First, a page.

Doubtless many Canadians of Armenian, Rwandan, Bosnian, Ukrainian and Jewish descent were disturbed by the MMIWG report
I won’t pretend to have professional detachment in my reaction to the MMIWG report’s deployment of “genocide” to characterize disproportionate violent crimes suffered by Indigenous women. The word cut to the quick, and Justin Trudeau’s endorsement of its use — slightly delayed while he calculated the political cost of refusing — added salt to the wound.
Yes, a number of Indigenous peoples have been systematically and purposefully annihilated by Europeans in the past. Those tragedies meet an international norm limiting assignment of “genocide” to acts “seeking the biological destruction of all or part of the group.”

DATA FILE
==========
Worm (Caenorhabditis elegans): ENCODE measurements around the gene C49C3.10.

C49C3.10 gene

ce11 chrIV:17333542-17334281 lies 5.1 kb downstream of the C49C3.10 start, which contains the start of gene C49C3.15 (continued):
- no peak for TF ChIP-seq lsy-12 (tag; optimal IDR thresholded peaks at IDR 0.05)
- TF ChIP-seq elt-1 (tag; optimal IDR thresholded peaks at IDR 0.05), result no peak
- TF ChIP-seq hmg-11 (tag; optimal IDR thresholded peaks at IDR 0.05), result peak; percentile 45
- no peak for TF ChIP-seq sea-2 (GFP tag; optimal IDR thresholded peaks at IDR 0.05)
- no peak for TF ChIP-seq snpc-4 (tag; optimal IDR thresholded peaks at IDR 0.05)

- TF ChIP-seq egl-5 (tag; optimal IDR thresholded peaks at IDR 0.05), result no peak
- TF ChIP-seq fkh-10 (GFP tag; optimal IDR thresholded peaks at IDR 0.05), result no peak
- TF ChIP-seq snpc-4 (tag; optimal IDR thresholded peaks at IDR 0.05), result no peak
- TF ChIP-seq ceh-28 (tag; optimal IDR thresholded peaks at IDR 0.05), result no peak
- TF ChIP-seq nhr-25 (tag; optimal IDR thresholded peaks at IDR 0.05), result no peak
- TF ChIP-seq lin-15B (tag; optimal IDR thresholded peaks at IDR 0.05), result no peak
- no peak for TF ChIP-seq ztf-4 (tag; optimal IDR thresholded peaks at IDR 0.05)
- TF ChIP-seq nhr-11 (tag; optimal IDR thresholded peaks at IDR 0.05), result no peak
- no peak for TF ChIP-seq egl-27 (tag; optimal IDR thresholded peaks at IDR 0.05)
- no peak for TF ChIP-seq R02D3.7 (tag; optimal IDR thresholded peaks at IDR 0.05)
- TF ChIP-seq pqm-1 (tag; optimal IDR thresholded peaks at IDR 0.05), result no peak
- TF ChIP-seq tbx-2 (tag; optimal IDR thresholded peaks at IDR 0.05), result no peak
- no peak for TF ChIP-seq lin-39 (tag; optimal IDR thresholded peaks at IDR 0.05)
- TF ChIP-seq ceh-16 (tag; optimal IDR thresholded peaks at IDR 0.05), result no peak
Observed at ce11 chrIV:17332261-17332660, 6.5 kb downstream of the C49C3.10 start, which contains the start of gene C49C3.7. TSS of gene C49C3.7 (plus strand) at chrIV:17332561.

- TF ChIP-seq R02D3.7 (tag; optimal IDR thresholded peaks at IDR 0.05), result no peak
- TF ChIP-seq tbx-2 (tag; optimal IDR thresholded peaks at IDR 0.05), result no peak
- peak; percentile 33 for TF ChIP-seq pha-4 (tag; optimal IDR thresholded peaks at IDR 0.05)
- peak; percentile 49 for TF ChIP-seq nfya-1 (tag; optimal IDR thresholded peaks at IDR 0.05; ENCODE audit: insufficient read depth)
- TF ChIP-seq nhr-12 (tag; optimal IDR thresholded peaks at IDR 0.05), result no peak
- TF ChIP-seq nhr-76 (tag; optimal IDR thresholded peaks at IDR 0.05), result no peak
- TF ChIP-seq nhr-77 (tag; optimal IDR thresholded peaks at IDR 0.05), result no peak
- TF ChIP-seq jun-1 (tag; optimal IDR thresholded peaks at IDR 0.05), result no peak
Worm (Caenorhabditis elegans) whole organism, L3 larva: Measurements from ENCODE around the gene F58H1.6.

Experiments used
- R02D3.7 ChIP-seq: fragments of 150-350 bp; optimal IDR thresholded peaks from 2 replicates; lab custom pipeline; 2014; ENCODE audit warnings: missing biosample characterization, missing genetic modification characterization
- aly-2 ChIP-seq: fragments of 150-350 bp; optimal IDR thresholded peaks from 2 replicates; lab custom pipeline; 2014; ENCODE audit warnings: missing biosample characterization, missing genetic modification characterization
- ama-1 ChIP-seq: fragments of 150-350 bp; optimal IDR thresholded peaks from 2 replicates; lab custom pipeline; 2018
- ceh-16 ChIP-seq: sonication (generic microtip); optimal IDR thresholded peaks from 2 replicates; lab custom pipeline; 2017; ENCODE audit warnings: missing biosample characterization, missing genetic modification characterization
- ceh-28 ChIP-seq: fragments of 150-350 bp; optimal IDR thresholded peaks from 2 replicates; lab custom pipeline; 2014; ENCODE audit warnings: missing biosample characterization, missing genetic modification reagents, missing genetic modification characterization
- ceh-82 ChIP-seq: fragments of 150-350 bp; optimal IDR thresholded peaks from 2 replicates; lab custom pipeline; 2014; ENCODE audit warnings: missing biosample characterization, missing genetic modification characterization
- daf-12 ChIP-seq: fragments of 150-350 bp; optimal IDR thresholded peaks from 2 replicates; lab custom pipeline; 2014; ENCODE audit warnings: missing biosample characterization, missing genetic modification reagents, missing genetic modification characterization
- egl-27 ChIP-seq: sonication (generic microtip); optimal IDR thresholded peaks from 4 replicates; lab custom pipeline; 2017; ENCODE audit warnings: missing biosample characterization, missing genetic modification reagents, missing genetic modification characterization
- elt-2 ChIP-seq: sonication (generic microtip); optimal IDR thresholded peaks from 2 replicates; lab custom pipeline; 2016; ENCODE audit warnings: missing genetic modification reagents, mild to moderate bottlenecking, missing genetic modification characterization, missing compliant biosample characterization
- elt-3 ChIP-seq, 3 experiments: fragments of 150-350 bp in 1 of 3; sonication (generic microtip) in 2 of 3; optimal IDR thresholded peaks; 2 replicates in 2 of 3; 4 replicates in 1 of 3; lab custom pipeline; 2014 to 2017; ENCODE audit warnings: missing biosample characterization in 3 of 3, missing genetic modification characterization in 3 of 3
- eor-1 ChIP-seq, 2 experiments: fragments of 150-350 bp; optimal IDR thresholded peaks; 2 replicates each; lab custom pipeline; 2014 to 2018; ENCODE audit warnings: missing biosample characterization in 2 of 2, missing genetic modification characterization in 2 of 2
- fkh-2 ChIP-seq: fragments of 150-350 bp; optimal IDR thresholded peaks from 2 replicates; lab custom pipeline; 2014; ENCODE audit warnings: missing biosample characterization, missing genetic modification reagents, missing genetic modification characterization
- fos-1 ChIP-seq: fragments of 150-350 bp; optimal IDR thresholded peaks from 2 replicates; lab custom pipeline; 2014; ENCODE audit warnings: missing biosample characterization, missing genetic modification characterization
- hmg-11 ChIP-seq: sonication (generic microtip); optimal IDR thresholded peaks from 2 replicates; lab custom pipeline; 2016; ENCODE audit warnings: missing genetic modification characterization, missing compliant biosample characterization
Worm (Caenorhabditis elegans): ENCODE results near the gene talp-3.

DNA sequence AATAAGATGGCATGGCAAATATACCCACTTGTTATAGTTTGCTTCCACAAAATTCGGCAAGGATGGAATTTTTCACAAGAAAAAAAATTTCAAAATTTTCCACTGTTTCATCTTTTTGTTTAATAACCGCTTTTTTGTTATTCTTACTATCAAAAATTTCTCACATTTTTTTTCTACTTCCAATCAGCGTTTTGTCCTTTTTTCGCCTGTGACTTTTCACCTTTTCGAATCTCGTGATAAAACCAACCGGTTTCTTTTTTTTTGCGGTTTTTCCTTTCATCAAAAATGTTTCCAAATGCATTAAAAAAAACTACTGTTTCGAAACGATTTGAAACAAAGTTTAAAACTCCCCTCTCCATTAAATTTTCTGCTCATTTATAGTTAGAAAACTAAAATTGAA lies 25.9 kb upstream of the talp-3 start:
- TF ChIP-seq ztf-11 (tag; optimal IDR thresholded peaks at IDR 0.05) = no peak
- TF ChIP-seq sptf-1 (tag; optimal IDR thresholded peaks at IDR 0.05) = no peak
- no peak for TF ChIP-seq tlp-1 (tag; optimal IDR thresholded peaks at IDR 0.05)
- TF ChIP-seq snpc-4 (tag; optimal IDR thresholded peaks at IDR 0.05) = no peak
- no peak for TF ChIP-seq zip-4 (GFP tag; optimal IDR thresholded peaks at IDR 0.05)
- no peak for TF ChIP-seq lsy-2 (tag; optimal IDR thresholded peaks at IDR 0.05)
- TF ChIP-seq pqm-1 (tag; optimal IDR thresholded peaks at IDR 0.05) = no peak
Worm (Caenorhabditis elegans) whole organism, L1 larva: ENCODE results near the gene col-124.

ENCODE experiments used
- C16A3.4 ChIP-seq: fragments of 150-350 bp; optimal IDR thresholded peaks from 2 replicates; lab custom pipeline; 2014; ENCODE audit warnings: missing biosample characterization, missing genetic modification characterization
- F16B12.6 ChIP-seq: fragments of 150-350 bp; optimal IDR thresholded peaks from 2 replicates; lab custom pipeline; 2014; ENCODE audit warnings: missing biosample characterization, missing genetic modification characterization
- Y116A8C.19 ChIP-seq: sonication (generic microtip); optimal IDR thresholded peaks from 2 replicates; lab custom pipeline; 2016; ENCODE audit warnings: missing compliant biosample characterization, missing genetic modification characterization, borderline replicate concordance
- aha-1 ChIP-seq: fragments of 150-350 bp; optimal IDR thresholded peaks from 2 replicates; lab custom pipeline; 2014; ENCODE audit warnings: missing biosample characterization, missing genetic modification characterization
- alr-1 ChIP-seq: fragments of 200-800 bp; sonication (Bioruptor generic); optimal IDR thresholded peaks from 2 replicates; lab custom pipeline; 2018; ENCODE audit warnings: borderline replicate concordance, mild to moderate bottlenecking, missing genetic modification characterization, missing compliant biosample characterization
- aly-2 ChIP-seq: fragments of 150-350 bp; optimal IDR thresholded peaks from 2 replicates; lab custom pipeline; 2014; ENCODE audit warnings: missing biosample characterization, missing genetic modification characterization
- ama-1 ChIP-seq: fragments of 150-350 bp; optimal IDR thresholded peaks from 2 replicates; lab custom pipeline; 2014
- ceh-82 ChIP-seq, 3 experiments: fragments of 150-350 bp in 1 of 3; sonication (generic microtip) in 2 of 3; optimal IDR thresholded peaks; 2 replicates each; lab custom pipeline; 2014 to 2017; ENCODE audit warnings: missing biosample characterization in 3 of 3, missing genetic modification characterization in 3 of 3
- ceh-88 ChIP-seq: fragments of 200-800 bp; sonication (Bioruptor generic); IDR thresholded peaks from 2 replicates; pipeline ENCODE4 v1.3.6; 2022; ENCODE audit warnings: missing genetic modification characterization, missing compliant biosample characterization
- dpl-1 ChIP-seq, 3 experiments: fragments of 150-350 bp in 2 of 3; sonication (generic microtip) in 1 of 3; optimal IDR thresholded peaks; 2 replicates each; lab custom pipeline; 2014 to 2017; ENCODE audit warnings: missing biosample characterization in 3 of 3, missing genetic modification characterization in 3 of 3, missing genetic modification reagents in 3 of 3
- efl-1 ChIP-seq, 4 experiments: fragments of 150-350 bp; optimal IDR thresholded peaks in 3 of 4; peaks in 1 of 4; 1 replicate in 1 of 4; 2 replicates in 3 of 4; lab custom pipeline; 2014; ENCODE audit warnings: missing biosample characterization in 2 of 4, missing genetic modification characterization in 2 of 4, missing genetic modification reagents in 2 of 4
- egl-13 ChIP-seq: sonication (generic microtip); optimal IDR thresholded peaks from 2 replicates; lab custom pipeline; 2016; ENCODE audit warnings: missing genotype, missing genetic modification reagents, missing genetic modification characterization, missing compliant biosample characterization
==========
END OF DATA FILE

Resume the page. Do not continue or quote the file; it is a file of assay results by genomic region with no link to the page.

But the MMIWG situation falls wildly far of the mark by any objective metric. Apart from any other consideration, the MMIWG inquiry only investigated violence to individual girls and women. Genocides generally feature either bilateral slaughter, or wholesale slaughter of men, reserving women for wholesale rape.
As a result, however commendable it may be in other respects, I am too distracted by the report’s claim of genocide to consider them objectively. Doubtless many others: fellow Jews, plus Canadians of Armenian, Rwandan, Bosnian and Ukrainian descent — to name the five genocides Canada recognizes — are equally disturbed by the report’s misappropriation of the term, and the imprimatur given to it by Canada’s highest office.
Personally, I disagree with the premise that Canada’s often-harsh treatment of native people in the past constitutes a genocide. But that is at least a debatable proposition.
For the rest of this column: https://nationalpost.com/opinion/barbara-kay-genocide-appropriation-makes-reconciliation-harder